U.S. SENIOR OPEN
Round 1: Five Things to Know
June 27, 2018 | COLORADO SPRINGS, COLO.
By Dave Shedloski
Senior golf doesn’t get much more challenging than this week’s 39th U.S. Senior Open at The Broadmoor, which is hosting its eighth USGA championship. The East Course, with nine holes designed by Donald Ross and nine by Robert Trent Jones Sr., is a par-70 layout of 7,264 yards that sits on the southern edge of the Rocky Mountains at an elevation of 6,300 feet, so it will play shorter in the thin air. One of the challenges of playing at altitude is estimating how much farther the golf ball will travel, and it’s different for every player in the field based on a series of factors.
That thin mountain air is bound to have another impact on the field, and that relates to fitness. Fred Funk, the 2009 U.S. Senior Open champion, remembers playing in The International, the now-defunct PGA Tour event in nearby Castle Rock, Colo., and slowing down his pre-shot routine on occasion just to catch his breath. That was when he was a much younger man. Combine this with the fact that most senior players seldom walk 18 holes four straight days, and this championship could be decided by wobbly legs.
“The course is quite difficult to walk. A lot of up and down and we're huffing and puffing walking to certain tee shots,” said 2010 champion Bernhard Langer, who is among the fittest players in the field. So good luck to everyone else.
The competition begins at 7 a.m. MDT (9 a.m. EDT). Here are five things to know as the ultimate test in golf for guys over 50 gets underway:
Short Grass: As in, who can find it off the tee. Fairway widths on the East Course are, on average, 28-29 yards wide, very much in line with the architecture of The Broadmoor and the USGA’s traditional setup metrics. With the rough less graduated, any shot significantly off line will probably bring severe disappointment to the player who ends up in it.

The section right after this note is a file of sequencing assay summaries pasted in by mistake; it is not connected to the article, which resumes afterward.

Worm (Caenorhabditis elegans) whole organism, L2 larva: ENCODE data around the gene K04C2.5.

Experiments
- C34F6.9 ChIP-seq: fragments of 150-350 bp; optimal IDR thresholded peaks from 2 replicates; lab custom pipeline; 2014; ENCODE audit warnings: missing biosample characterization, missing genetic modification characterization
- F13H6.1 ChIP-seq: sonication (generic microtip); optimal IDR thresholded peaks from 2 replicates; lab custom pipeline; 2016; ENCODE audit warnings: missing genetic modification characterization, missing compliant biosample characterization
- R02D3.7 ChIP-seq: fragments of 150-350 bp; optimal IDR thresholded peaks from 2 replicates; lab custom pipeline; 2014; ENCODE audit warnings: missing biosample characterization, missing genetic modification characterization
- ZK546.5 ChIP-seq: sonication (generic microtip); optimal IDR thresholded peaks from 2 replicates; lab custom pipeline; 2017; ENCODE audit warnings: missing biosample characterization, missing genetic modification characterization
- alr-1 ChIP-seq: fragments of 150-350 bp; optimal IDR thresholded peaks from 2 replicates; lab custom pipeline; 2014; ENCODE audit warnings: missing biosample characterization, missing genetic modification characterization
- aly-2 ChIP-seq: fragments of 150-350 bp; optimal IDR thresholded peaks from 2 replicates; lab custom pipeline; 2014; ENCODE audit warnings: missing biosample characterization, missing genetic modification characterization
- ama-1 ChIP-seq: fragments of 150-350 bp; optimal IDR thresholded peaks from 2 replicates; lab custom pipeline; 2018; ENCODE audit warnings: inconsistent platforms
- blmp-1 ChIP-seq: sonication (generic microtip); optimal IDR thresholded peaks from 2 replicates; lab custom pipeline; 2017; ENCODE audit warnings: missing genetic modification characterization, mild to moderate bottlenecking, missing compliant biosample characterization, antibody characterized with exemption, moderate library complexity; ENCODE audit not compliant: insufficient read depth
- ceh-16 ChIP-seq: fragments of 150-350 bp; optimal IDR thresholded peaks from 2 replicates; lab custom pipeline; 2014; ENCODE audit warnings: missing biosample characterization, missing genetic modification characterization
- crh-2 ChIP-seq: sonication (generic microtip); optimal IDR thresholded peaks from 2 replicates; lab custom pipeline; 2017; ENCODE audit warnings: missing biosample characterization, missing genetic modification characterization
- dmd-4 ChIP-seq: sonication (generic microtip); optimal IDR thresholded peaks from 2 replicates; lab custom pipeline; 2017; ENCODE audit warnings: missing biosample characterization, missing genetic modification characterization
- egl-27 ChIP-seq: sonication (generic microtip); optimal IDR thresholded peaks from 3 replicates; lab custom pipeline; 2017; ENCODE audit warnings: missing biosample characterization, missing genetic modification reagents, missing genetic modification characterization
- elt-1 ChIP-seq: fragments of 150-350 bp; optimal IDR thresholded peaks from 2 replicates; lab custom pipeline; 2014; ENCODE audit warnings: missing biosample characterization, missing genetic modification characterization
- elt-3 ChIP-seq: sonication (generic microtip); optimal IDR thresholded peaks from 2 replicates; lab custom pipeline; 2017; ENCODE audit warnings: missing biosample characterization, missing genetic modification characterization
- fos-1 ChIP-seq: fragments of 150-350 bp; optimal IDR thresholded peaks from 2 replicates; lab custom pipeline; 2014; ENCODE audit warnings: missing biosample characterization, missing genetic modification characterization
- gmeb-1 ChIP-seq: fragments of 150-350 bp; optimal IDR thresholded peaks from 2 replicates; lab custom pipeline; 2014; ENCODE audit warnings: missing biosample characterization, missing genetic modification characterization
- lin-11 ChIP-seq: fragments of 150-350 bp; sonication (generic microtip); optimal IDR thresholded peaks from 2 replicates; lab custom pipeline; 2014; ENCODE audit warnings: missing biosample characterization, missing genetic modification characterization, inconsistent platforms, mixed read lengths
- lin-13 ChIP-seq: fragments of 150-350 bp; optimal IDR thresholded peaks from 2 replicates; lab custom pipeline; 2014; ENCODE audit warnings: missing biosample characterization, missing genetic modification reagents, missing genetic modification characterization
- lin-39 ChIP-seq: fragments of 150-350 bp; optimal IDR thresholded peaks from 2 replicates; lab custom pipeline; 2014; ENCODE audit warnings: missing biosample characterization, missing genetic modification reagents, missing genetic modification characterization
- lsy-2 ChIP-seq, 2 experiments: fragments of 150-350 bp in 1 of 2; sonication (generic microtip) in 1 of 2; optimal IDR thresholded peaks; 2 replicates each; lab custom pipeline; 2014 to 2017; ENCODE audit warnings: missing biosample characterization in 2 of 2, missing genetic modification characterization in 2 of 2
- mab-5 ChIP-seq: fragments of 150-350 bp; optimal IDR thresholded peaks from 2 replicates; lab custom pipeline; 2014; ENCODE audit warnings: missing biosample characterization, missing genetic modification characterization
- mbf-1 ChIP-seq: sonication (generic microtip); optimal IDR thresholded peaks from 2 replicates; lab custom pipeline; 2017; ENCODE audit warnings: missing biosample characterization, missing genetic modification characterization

Three-putting: The greens here at the Broadmoor have plenty of slope, which in and of itself is an issue. But reading them has proven to be a conundrum. Local legend has it that the distant Will Rogers Shrine is a useful landmark. Any putt toward it is uphill. But the mountain effect still makes for a lot of guessing. “I could play here for a week or two and not figure out these greens,” said 2016 champion Gene Sauers. Defending champion Kenny Perry went a few steps further. “I think I could probably play out here 10 years straight and not figure out how to putt these greens.” OK, then.
Fred Couples: The guy barely plays anymore because of his chronically bad back, but he continues to show the copious amounts of natural talent he possesses when he does compete. The 1992 Masters champion has made just two PGA Tour Champions starts this year and has finished T-6 and T-3. He made the cut in the Masters this year at age 58 despite not picking up a club for three months – and while wearing a back brace. In his four U.S. Senior Open starts, he has never ended up worse than T-14. “I pick it up [again] pretty fast. I do know my game,” he explained. If he puts up a good number on Thursday and gets through the week health-wise, there’s no reason to think he can’t be in contention again.
The Afternoon Wave: It’s going to be hot the next few days. The fry-an-egg-on-the-hood-of-a-car hot in the mid-90s, near record highs. The altitude already is a challenge, as will be the walking – which we’ve already pointed out. But players with afternoon tee times will have the added issue of a heat index that will certainly compound the physical challenge of playing 18 holes of golf. Survival of the fittest … and most hydrated.
John Smoltz: Well, naturally, we’re going to follow the exploits of the Hall of Fame pitcher, who said qualifying for the championship is “probably the No. 1 thing that I’ve ever accomplished.” He’ll draw a large gallery when he goes off the 10th tee at 7:21 a.m. MDT, and just about every player in the field will be curious to see how the former Major League Baseball star will fare.
Dave Shedloski is an Ohio-based freelance writer who frequently contributes to USGA websites.